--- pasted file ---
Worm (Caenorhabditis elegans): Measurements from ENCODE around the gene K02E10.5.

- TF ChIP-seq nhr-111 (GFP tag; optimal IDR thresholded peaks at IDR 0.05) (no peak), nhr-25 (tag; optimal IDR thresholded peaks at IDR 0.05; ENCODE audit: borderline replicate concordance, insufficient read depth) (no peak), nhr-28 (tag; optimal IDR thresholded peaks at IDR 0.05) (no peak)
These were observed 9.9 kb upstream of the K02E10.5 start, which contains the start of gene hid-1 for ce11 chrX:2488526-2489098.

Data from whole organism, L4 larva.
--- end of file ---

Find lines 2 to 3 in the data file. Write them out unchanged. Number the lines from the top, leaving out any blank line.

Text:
- TF ChIP-seq nhr-111 (GFP tag; optimal IDR thresholded peaks at IDR 0.05) (no peak), nhr-25 (tag; optimal IDR thresholded peaks at IDR 0.05; ENCODE audit: borderline replicate concordance, insufficient read depth) (no peak), nhr-28 (tag; optimal IDR thresholded peaks at IDR 0.05) (no peak)
These were observed 9.9 kb upstream of the K02E10.5 start, which contains the start of gene hid-1 for ce11 chrX:2488526-2489098.